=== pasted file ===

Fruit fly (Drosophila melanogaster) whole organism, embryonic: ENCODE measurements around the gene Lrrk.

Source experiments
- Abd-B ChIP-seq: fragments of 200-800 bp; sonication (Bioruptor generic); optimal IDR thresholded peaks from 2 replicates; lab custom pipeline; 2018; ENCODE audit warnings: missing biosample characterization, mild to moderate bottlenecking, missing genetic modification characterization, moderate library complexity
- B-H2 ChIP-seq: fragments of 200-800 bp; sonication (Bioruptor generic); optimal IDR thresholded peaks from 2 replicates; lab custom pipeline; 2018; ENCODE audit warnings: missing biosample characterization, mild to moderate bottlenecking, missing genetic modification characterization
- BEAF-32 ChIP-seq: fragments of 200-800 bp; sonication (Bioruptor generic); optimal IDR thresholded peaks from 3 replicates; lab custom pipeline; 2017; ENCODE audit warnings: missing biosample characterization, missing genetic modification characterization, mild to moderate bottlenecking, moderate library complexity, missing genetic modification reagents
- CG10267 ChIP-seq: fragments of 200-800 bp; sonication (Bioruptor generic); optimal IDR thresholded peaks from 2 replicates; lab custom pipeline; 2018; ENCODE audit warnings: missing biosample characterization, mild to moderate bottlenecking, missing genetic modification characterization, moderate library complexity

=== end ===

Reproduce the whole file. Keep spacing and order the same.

Fruit fly (Drosophila melanogaster) whole organism, embryonic: ENCODE measurements around the gene Lrrk.

Source experiments
- Abd-B ChIP-seq: fragments of 200-800 bp; sonication (Bioruptor generic); optimal IDR thresholded peaks from 2 replicates; lab custom pipeline; 2018; ENCODE audit warnings: missing biosample characterization, mild to moderate bottlenecking, missing genetic modification characterization, moderate library complexity
- B-H2 ChIP-seq: fragments of 200-800 bp; sonication (Bioruptor generic); optimal IDR thresholded peaks from 2 replicates; lab custom pipeline; 2018; ENCODE audit warnings: missing biosample characterization, mild to moderate bottlenecking, missing genetic modification characterization
- BEAF-32 ChIP-seq: fragments of 200-800 bp; sonication (Bioruptor generic); optimal IDR thresholded peaks from 3 replicates; lab custom pipeline; 2017; ENCODE audit warnings: missing biosample characterization, missing genetic modification characterization, mild to moderate bottlenecking, moderate library complexity, missing genetic modification reagents
- CG10267 ChIP-seq: fragments of 200-800 bp; sonication (Bioruptor generic); optimal IDR thresholded peaks from 2 replicates; lab custom pipeline; 2018; ENCODE audit warnings: missing biosample characterization, mild to moderate bottlenecking, missing genetic modification characterization, moderate library complexity